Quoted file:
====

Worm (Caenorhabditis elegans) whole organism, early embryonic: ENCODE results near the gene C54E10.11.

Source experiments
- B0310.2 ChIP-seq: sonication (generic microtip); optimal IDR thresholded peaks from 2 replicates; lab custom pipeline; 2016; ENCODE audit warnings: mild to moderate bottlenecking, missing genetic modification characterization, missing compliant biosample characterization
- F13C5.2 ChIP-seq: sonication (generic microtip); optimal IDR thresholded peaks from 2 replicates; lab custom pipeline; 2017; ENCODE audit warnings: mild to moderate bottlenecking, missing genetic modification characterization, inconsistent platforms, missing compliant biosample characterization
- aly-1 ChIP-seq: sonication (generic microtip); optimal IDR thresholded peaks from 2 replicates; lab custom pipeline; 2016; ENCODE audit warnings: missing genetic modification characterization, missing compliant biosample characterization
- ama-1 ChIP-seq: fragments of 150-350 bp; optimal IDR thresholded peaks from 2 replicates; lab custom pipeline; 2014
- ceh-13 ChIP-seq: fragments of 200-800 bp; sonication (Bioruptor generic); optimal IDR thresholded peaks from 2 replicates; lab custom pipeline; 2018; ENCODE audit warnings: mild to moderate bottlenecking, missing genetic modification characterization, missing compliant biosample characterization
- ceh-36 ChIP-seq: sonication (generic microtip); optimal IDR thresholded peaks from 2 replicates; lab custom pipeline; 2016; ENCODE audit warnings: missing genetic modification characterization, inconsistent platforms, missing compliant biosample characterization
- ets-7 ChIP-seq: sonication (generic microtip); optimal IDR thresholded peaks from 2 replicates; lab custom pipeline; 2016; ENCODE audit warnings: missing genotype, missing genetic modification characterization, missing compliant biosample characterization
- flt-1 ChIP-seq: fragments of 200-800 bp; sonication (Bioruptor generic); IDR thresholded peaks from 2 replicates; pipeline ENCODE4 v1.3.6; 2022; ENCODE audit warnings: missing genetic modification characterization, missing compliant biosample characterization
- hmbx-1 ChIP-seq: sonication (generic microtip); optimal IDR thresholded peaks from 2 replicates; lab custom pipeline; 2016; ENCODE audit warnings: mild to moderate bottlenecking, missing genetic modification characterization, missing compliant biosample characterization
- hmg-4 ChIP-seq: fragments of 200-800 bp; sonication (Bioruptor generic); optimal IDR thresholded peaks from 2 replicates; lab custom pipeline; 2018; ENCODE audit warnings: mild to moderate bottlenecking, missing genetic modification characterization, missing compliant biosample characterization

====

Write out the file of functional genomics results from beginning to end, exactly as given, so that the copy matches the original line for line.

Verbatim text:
Worm (Caenorhabditis elegans) whole organism, early embryonic: ENCODE results near the gene C54E10.11.

Source experiments
- B0310.2 ChIP-seq: sonication (generic microtip); optimal IDR thresholded peaks from 2 replicates; lab custom pipeline; 2016; ENCODE audit warnings: mild to moderate bottlenecking, missing genetic modification characterization, missing compliant biosample characterization
- F13C5.2 ChIP-seq: sonication (generic microtip); optimal IDR thresholded peaks from 2 replicates; lab custom pipeline; 2017; ENCODE audit warnings: mild to moderate bottlenecking, missing genetic modification characterization, inconsistent platforms, missing compliant biosample characterization
- aly-1 ChIP-seq: sonication (generic microtip); optimal IDR thresholded peaks from 2 replicates; lab custom pipeline; 2016; ENCODE audit warnings: missing genetic modification characterization, missing compliant biosample characterization
- ama-1 ChIP-seq: fragments of 150-350 bp; optimal IDR thresholded peaks from 2 replicates; lab custom pipeline; 2014
- ceh-13 ChIP-seq: fragments of 200-800 bp; sonication (Bioruptor generic); optimal IDR thresholded peaks from 2 replicates; lab custom pipeline; 2018; ENCODE audit warnings: mild to moderate bottlenecking, missing genetic modification characterization, missing compliant biosample characterization
- ceh-36 ChIP-seq: sonication (generic microtip); optimal IDR thresholded peaks from 2 replicates; lab custom pipeline; 2016; ENCODE audit warnings: missing genetic modification characterization, inconsistent platforms, missing compliant biosample characterization
- ets-7 ChIP-seq: sonication (generic microtip); optimal IDR thresholded peaks from 2 replicates; lab custom pipeline; 2016; ENCODE audit warnings: missing genotype, missing genetic modification characterization, missing compliant biosample characterization
- flt-1 ChIP-seq: fragments of 200-800 bp; sonication (Bioruptor generic); IDR thresholded peaks from 2 replicates; pipeline ENCODE4 v1.3.6; 2022; ENCODE audit warnings: missing genetic modification characterization, missing compliant biosample characterization
- hmbx-1 ChIP-seq: sonication (generic microtip); optimal IDR thresholded peaks from 2 replicates; lab custom pipeline; 2016; ENCODE audit warnings: mild to moderate bottlenecking, missing genetic modification characterization, missing compliant biosample characterization
- hmg-4 ChIP-seq: fragments of 200-800 bp; sonication (Bioruptor generic); optimal IDR thresholded peaks from 2 replicates; lab custom pipeline; 2018; ENCODE audit warnings: mild to moderate bottlenecking, missing genetic modification characterization, missing compliant biosample characterization